Name:  Igor Chapurin.
Date of birth: March 21, 1968.
Place of Birth:  Velikie Luki, St. Petersburg, Russia.
Education: Vitebsk Technological Institute, majoring in fashion design.
Brand:  Chapurin Couture.
Year Founded: 1995.
Quote: "I set only one goal when I'm working in fashion - to realize my ideas about happiness and joy. To be engaged in fashion in our country is terribly difficult, but it is very interesting."

Igor Сhapurin has built a strong fashion brand by combining his unique design sensibilities with his strong business instincts. The history of Chapurin Couture began in 1992 when he entered a design competition for young designers held in honour of Nina Ricci. Chapurin's talent stood out in the competition and he placed amongst the top ten. In December 1992, he was invited to Paris to represent Russia at the 10th International Festival of Young Clothes Designers.  After his time in Paris, he came back to Moscow and began creating dresses for beauty pageant winners. All Russian women who participated in beauty contests such as "Miss Universe", "Miss Europe" and "Miss Russia" were known to have been wearing dresses designed by Chapurin.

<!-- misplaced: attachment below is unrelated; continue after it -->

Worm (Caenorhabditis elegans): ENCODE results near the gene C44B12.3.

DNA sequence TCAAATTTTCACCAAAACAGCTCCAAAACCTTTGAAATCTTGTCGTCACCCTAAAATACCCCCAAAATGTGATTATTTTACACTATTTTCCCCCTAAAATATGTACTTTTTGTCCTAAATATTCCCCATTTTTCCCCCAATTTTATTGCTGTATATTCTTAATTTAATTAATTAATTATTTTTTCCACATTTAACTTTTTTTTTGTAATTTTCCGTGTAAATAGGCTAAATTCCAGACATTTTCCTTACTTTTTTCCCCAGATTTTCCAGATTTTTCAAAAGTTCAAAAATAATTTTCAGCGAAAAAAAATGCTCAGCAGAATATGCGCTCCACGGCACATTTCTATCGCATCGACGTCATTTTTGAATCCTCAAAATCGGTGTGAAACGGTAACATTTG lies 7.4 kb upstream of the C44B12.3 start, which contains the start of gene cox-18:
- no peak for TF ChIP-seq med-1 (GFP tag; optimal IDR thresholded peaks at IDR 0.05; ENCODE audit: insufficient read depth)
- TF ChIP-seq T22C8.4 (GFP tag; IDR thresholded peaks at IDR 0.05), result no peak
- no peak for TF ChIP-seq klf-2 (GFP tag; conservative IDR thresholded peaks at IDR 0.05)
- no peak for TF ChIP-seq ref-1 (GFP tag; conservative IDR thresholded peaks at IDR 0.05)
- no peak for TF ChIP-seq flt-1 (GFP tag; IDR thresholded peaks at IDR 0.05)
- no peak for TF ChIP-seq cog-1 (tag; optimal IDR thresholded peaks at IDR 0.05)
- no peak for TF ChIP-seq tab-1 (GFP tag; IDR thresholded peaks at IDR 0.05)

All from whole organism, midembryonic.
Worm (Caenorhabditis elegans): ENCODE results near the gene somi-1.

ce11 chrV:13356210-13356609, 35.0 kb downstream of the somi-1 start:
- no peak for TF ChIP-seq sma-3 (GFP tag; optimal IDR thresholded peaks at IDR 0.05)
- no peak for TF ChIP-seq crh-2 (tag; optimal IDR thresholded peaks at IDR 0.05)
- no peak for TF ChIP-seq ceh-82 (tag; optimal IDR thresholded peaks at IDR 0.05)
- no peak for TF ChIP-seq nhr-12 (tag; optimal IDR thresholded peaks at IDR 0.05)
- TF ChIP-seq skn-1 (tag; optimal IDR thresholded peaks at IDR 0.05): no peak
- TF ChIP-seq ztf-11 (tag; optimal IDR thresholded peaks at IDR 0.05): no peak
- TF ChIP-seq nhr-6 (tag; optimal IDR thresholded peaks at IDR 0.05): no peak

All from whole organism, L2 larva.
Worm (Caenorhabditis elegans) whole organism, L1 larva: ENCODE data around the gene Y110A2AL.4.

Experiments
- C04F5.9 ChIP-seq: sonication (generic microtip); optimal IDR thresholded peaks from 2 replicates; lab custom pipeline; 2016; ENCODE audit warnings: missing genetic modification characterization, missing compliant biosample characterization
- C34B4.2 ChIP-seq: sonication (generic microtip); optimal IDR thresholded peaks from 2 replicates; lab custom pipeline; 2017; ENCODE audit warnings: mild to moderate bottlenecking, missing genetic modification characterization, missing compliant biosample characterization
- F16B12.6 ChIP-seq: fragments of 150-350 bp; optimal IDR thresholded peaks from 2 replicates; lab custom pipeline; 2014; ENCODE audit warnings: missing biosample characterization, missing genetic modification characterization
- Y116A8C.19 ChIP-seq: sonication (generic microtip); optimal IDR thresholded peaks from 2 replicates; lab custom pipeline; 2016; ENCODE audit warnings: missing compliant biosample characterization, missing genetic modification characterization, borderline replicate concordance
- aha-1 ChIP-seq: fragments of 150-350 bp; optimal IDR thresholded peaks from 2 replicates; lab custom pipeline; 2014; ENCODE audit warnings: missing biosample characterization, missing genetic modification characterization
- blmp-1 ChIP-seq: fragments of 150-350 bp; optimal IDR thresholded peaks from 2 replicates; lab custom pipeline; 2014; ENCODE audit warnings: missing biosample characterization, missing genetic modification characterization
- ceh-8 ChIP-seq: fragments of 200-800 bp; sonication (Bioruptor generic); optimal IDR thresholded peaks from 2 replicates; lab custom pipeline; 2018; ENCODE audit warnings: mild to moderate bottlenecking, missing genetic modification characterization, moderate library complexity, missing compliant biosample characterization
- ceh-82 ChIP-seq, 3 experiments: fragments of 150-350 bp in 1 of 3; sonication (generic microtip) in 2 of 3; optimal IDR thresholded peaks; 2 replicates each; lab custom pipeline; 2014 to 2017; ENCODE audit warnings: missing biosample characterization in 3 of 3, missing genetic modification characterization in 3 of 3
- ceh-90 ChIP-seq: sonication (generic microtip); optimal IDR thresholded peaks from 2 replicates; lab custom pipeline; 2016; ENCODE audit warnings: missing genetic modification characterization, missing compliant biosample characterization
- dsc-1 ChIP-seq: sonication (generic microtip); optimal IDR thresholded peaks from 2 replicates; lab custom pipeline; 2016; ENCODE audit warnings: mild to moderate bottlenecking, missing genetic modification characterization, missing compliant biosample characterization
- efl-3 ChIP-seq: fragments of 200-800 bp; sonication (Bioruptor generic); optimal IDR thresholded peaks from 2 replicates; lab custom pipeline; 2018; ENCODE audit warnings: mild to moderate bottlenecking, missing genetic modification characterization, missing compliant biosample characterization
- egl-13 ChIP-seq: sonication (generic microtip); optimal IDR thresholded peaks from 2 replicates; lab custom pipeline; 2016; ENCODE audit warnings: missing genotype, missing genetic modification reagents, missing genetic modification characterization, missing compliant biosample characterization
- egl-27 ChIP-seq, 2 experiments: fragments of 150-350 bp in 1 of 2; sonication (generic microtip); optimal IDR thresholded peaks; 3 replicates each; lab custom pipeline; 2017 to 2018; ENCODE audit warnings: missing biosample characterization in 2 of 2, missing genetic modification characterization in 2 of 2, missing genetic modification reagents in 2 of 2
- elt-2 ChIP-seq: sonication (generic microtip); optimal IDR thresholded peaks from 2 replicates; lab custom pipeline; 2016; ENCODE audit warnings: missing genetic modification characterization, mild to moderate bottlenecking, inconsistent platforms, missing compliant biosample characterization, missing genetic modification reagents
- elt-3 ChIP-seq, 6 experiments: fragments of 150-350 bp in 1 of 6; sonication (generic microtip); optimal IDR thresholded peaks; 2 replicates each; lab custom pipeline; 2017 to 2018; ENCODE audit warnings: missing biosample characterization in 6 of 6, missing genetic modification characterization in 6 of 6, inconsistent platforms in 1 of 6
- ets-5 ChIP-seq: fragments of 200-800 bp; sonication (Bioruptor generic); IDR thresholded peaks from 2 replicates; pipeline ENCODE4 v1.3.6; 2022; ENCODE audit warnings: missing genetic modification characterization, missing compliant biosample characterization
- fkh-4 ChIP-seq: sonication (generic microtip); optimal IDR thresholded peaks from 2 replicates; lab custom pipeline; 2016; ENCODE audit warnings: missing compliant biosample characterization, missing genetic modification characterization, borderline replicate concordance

His first solo collection was shown at the Metropol Red Hall in 1995, bearing a nostalgic name "To Russia With Love". But it was 1998 that was to be a landmark year for the designer. The Chapurin Fashion House was launched in 1998, opening it's first boutique in Moscow; he won Harper's Bazaar Russia's Style-98 award; represented Russia at the European Ball in Paris; and Princess Irene Galitzina invited him to design for the Italian fashion house Galitzine. Working with the finest fabrics and materials, including diamonds, Chapurin started dreaming about owning a jewelry collection. Thus, he teamed up with Vasily Konovalenko Art Jewelry Company to create a jewelry line in 2000.

Undoubtedly, Chapurin and his counterparts have extended Russian design into the chartered territories of uniform - from military to theatre. As global markets are ready to embrace what Russia has to offer in fashion and beyond, Chapurin dials up his business savoir-faire by adding to his stream of brands. Chapurin brand has since expanded to include Chapurin Casa in 2003 and Chapurin Child and ChapuriNRG in 2005, the latter, a line of skiwear that was the first of its kind in the Russian market. He also opened Chapurin Bar, an upscale venue that quickly became very popular spot in Moscow.


The careers of these designers mirror the characteristics of a Russian fashion industry that have changed quickly over the last 20 years. Today's Russia is far from the Soviet state that Zaitsev started out in, a state that did not recognize fashion as a legitimate industry. Increasingly, Russian fashion houses have been standing on par with international brands. From worker to designer to businessman, the pioneers of Russian fashion have been building their empires, all the while inspiring young Russian designers to be hungry for the next frontiers of the Russian fashion industry.